The difference of individuals and universal properties has been recognized at least since the time of Aristotle. Indeed, it is obvious that the universal genus of horse is not an individual horse, although on some reading Plato had treated the genus just as one individual among others. Despite the familiarity of the distinction, it is quite hard to say what exactly differentiates universals from individuals.
Now, Thümmig suggests the rather curious definition that individuals are fully determinate in every way, while universals are still further determinable. The idea behind the strange definition is actually rather simple. Take some general class of things, such as vertebrates. Now, if we know that an animal is a vertebrate, we know something of it – at least that it has a vertebra. Still, many other characteristics of the said animal are completely undetermined by its being a vertebrate, for instance, whether it flies or not. Universal vertebrate is thus determined through this collection of properties shared by all vertebrates. This collection does still not determine any concrete individual, because a particular vertebrate has still some characteristics not included in the collection.
Similarly, all concrete individuals must be completely determined in respect of all possible characteristics (presumably there's an infinity of such possible characteristics). In other words, we cannot have an individual thing that would neither have a certain characteristic nor not have it: the individual must be determinately one or the other. Furthermore, nothing but a completed determination of possible characteristics could individuate a particular thing. One might object that it could still be possible that an individual is identifiable through some incomplete list of characteristics – for instance, George Washington can be plucked out from the rest of the humanity by him being the first president of United States, even if we didn't knew what he was called. But the objection forgets that in Wolffian philosophy we are allowed to look at other possible worlds. Thus, there could be another possible world where the first president of United States was a man called Thomas Jefferson, and the given description would not distinguish the two possible first presidents. Note that while an individual is determinate in all aspects, we might not be able to determine all its aspects.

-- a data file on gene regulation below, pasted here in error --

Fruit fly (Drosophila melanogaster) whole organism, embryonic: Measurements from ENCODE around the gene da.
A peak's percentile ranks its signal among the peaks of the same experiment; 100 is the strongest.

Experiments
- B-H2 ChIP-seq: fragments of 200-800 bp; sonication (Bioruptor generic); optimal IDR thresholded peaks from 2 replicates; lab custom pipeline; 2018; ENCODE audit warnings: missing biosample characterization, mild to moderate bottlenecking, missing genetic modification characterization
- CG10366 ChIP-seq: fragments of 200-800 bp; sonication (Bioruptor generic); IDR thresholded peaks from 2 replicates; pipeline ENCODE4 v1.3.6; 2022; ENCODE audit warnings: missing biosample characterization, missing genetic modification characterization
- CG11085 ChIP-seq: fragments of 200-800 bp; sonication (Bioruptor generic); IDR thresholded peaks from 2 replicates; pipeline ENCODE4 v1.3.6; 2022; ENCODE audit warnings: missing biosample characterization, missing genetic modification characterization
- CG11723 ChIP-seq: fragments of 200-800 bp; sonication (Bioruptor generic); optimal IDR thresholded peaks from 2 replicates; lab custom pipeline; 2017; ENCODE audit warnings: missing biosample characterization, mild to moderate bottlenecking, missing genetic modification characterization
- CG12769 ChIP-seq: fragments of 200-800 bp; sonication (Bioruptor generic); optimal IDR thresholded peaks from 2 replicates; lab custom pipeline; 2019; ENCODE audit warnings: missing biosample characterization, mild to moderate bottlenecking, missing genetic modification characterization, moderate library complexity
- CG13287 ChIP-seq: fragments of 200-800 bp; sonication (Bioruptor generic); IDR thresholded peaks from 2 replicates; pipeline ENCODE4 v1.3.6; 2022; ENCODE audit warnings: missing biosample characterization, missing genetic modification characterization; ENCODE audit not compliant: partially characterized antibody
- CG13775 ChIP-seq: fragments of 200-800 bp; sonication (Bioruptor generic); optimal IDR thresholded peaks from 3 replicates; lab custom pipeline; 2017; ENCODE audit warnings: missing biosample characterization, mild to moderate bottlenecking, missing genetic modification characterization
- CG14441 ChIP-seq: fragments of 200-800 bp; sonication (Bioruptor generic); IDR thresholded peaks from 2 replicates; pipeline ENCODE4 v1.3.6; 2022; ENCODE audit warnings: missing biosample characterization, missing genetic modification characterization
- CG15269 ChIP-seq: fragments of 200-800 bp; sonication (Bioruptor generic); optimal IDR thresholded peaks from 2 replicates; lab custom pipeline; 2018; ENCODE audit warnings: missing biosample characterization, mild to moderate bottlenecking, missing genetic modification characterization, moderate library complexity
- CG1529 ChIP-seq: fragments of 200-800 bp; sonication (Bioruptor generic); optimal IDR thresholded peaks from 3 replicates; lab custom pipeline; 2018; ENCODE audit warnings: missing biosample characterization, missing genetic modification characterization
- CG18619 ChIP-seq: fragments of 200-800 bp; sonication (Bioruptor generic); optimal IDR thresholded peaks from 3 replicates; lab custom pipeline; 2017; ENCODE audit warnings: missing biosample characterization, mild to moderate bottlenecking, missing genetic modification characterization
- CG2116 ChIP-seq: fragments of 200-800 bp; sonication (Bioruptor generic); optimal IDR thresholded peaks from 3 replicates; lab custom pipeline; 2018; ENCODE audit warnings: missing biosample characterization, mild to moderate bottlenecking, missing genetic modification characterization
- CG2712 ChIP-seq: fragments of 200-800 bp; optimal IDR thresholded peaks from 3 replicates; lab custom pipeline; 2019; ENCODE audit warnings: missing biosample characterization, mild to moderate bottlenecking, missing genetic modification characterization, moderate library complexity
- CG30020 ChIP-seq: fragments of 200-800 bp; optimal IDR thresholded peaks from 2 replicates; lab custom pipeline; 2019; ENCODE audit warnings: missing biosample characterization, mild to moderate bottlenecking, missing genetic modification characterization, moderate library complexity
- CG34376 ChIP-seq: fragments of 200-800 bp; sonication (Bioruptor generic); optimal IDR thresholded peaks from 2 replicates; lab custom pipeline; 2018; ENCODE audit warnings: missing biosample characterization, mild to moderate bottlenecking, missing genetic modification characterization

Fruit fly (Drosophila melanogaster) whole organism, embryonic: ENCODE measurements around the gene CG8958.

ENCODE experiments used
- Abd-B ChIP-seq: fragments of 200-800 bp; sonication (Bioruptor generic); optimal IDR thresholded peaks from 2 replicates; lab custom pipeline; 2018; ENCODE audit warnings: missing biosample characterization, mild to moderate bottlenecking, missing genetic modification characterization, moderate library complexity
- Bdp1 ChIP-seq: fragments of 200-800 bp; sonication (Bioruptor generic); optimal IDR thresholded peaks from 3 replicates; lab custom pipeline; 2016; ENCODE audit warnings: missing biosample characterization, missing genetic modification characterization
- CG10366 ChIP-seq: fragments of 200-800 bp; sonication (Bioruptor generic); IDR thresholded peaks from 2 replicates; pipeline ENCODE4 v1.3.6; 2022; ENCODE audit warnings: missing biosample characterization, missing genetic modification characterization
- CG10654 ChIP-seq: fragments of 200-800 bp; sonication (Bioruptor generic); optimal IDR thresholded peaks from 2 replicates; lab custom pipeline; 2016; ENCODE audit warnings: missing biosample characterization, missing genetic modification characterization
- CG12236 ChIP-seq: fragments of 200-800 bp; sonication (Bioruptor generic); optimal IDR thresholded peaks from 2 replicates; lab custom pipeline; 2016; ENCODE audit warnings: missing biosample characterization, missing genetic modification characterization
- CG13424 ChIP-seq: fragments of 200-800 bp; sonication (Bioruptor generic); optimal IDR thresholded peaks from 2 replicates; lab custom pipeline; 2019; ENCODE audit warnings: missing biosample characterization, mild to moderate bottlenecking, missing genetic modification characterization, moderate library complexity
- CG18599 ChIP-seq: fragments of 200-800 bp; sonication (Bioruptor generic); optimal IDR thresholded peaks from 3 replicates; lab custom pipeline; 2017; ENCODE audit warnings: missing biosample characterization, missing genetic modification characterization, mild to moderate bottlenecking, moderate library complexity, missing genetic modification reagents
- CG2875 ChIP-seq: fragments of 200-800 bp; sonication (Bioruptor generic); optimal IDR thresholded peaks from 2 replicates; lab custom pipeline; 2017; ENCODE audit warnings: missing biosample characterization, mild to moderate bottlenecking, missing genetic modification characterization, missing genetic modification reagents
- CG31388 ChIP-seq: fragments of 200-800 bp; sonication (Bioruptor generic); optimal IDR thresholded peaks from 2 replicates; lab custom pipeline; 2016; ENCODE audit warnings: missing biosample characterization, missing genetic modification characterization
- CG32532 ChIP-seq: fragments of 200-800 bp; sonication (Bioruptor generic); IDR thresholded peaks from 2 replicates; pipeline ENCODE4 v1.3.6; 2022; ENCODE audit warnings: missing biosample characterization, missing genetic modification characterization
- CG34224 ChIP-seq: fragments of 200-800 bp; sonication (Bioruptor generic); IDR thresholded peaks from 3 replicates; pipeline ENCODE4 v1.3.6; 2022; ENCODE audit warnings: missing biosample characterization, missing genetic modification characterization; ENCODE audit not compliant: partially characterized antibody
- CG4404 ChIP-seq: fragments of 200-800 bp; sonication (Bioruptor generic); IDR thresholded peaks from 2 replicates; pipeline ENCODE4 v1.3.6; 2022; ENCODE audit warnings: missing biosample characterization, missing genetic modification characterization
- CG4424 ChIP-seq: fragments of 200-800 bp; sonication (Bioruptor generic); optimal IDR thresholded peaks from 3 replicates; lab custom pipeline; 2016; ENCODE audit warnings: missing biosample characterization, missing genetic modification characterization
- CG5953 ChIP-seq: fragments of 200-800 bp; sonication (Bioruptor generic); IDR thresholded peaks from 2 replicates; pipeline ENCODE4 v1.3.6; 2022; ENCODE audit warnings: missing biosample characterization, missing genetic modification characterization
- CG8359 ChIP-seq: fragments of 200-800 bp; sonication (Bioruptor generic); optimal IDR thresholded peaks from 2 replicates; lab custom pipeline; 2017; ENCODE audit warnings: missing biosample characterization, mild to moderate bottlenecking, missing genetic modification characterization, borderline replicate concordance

Some universals and no individuals are then clearly indeterminate in some respect, but Thümmig's definition suggests also that all completely determinate things are individuals, but never universals. This is a far more uncertain proposition. Suppose for instance that we would know a particular rock and all its characteristics completely. Now, if we could then copy the rock and its exact characteristics, we would have two different individuals with the exactly same characteristics. In fact, the list of these characteristics would be completely determined - this was the presupposition - but it would also define a universal class containing several individuals (the two rocks).
Thümmig's definition thus clearly presupposes the idea that no two individuals could have a matching set of characteristics. This principle of the identity of indiscernibles originates actually from Leibniz, who according to a story once challenged courtiers to look for two exactly similar leaves just to prove the principle. Indeed, the principle might well be empirically sound, but as the thought experiment shows, it shouldn't be really accepted as an incontestable axiom of pure reason – and certainly it should not be hidden within a definition. Still, Thümmig's mistake is small when compared to what Baumgarten later did with the same notions – more on this later.
Next time we shall look on animal psychology.